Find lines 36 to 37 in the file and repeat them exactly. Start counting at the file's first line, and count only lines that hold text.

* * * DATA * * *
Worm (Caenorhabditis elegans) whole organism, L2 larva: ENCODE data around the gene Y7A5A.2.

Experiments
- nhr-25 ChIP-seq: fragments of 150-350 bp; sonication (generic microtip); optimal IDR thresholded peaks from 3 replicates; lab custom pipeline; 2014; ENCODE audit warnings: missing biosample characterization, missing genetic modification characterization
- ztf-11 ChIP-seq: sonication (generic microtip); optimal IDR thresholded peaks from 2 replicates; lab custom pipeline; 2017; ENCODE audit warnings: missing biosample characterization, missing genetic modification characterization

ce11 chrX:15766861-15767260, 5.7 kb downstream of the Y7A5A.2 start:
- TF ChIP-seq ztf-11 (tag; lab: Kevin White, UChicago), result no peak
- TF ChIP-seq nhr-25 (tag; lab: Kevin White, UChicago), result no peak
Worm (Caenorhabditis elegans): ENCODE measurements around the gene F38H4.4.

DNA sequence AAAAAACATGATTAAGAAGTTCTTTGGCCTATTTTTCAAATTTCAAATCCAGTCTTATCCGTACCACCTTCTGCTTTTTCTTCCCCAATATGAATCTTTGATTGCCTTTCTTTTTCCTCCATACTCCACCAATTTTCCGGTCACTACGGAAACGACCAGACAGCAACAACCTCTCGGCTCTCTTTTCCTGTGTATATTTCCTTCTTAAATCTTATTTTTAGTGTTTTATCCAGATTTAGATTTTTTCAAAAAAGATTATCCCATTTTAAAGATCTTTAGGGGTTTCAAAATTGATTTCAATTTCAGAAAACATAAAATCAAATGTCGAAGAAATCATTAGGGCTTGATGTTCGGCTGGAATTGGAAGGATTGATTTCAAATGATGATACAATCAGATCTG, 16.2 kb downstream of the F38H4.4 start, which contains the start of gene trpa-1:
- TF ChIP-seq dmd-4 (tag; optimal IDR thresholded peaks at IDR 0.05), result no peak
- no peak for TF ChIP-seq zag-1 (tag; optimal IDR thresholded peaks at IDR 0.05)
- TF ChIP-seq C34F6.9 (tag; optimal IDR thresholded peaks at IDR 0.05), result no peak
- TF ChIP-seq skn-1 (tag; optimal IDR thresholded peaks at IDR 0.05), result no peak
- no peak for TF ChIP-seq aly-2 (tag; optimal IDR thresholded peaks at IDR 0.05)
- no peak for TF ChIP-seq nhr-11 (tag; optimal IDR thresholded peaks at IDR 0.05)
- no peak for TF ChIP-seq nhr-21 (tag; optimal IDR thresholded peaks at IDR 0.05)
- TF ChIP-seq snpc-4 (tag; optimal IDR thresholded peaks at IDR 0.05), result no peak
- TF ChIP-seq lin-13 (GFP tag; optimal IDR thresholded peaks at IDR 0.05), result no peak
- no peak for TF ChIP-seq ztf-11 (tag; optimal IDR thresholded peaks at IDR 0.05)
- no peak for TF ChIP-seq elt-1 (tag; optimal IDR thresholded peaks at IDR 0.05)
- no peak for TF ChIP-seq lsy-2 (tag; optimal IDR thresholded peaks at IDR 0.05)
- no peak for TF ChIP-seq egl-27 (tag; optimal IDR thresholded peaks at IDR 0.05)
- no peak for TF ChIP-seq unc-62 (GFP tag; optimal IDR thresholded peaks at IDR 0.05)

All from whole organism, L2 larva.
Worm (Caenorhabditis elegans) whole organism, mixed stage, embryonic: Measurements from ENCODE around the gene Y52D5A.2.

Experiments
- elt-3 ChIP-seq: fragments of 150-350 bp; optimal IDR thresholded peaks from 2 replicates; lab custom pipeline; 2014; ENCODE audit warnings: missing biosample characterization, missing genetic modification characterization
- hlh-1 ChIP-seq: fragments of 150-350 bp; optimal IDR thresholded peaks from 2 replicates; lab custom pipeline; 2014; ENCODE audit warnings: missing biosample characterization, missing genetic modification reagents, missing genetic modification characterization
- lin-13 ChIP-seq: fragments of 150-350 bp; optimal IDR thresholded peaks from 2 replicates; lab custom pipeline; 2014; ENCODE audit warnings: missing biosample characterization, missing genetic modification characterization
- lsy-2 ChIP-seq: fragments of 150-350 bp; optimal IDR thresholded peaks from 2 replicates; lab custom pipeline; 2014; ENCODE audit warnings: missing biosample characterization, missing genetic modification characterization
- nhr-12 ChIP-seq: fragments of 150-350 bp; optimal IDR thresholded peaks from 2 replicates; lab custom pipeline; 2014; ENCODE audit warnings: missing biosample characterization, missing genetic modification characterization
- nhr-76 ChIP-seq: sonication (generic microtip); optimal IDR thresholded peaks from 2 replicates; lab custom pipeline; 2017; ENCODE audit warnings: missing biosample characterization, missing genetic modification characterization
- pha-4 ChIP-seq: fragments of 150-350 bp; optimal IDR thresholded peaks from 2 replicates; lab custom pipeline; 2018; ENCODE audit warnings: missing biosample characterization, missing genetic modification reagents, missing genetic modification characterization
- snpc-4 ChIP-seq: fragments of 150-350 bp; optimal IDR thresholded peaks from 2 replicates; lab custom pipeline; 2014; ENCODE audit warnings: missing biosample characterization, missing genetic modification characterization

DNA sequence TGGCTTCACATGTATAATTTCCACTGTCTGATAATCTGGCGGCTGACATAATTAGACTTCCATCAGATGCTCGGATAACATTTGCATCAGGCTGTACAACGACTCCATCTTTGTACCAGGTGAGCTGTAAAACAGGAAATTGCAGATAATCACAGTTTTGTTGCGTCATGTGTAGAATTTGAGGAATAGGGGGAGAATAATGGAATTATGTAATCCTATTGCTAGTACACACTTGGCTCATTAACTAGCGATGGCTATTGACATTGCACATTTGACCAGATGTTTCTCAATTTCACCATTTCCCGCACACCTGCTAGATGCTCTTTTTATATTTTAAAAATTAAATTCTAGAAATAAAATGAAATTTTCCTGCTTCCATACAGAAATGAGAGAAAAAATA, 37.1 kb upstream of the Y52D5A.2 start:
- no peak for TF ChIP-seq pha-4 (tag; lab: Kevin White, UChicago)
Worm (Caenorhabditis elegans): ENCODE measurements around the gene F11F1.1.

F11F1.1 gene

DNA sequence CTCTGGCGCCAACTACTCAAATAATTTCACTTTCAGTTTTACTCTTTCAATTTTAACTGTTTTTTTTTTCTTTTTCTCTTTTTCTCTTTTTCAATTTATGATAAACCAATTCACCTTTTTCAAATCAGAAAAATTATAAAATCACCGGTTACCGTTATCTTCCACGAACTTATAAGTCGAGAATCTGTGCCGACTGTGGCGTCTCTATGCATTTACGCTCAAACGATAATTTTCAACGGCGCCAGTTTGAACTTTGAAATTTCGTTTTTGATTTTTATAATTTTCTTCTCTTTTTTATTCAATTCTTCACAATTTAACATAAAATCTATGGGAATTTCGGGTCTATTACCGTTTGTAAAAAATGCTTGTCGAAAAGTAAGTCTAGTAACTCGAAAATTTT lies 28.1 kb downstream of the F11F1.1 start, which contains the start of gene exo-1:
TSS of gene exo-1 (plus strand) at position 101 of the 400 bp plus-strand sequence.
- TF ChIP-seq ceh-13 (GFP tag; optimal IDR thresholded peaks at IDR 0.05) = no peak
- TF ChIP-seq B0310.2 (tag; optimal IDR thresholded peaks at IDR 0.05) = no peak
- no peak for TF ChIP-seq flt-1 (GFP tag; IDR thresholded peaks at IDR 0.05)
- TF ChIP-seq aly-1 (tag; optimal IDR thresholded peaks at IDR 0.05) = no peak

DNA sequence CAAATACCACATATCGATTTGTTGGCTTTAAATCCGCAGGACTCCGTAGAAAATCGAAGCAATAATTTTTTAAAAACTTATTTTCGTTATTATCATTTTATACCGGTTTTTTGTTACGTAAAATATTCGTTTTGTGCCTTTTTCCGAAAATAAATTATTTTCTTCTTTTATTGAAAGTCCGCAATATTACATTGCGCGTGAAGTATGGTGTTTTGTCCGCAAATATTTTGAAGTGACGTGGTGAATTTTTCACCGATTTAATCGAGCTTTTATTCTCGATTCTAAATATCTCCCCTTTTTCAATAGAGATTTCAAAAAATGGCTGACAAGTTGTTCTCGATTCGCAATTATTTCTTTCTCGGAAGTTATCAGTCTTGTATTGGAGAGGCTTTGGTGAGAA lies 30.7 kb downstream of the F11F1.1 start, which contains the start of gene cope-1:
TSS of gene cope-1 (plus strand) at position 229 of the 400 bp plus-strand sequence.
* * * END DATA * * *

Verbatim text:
- no peak for TF ChIP-seq pha-4 (tag; lab: Kevin White, UChicago)
Worm (Caenorhabditis elegans): ENCODE measurements around the gene F11F1.1.